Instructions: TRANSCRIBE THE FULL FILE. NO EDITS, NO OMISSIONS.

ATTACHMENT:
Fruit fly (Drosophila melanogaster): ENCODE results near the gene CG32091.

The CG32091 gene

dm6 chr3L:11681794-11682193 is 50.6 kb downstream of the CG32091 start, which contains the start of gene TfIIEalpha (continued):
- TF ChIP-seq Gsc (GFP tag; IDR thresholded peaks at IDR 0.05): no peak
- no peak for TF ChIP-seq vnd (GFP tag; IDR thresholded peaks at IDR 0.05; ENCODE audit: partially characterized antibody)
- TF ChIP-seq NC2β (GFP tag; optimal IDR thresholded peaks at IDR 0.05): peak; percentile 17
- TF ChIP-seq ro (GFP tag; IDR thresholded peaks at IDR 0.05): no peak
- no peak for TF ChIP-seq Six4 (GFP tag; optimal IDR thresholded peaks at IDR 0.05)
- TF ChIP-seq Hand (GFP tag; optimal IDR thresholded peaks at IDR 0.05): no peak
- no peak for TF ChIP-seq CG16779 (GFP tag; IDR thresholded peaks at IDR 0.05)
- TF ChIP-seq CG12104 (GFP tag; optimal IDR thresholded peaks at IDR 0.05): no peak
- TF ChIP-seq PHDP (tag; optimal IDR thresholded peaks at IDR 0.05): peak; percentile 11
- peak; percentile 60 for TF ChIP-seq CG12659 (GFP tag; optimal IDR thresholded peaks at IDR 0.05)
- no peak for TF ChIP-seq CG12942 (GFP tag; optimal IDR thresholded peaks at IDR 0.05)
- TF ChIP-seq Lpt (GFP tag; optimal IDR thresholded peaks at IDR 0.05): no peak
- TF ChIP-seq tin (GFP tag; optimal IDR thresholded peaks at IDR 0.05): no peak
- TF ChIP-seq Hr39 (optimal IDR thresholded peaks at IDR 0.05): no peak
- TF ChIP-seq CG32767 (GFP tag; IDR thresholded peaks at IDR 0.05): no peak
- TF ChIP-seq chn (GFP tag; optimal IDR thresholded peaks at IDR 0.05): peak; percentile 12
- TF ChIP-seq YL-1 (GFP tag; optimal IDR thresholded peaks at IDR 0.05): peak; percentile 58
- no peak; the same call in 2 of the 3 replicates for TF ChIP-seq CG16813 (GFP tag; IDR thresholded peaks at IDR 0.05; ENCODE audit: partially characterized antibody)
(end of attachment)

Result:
Fruit fly (Drosophila melanogaster): ENCODE results near the gene CG32091.

The CG32091 gene

dm6 chr3L:11681794-11682193 is 50.6 kb downstream of the CG32091 start, which contains the start of gene TfIIEalpha (continued):
- TF ChIP-seq Gsc (GFP tag; IDR thresholded peaks at IDR 0.05): no peak
- no peak for TF ChIP-seq vnd (GFP tag; IDR thresholded peaks at IDR 0.05; ENCODE audit: partially characterized antibody)
- TF ChIP-seq NC2β (GFP tag; optimal IDR thresholded peaks at IDR 0.05): peak; percentile 17
- TF ChIP-seq ro (GFP tag; IDR thresholded peaks at IDR 0.05): no peak
- no peak for TF ChIP-seq Six4 (GFP tag; optimal IDR thresholded peaks at IDR 0.05)
- TF ChIP-seq Hand (GFP tag; optimal IDR thresholded peaks at IDR 0.05): no peak
- no peak for TF ChIP-seq CG16779 (GFP tag; IDR thresholded peaks at IDR 0.05)
- TF ChIP-seq CG12104 (GFP tag; optimal IDR thresholded peaks at IDR 0.05): no peak
- TF ChIP-seq PHDP (tag; optimal IDR thresholded peaks at IDR 0.05): peak; percentile 11
- peak; percentile 60 for TF ChIP-seq CG12659 (GFP tag; optimal IDR thresholded peaks at IDR 0.05)
- no peak for TF ChIP-seq CG12942 (GFP tag; optimal IDR thresholded peaks at IDR 0.05)
- TF ChIP-seq Lpt (GFP tag; optimal IDR thresholded peaks at IDR 0.05): no peak
- TF ChIP-seq tin (GFP tag; optimal IDR thresholded peaks at IDR 0.05): no peak
- TF ChIP-seq Hr39 (optimal IDR thresholded peaks at IDR 0.05): no peak
- TF ChIP-seq CG32767 (GFP tag; IDR thresholded peaks at IDR 0.05): no peak
- TF ChIP-seq chn (GFP tag; optimal IDR thresholded peaks at IDR 0.05): peak; percentile 12
- TF ChIP-seq YL-1 (GFP tag; optimal IDR thresholded peaks at IDR 0.05): peak; percentile 58
- no peak; the same call in 2 of the 3 replicates for TF ChIP-seq CG16813 (GFP tag; IDR thresholded peaks at IDR 0.05; ENCODE audit: partially characterized antibody)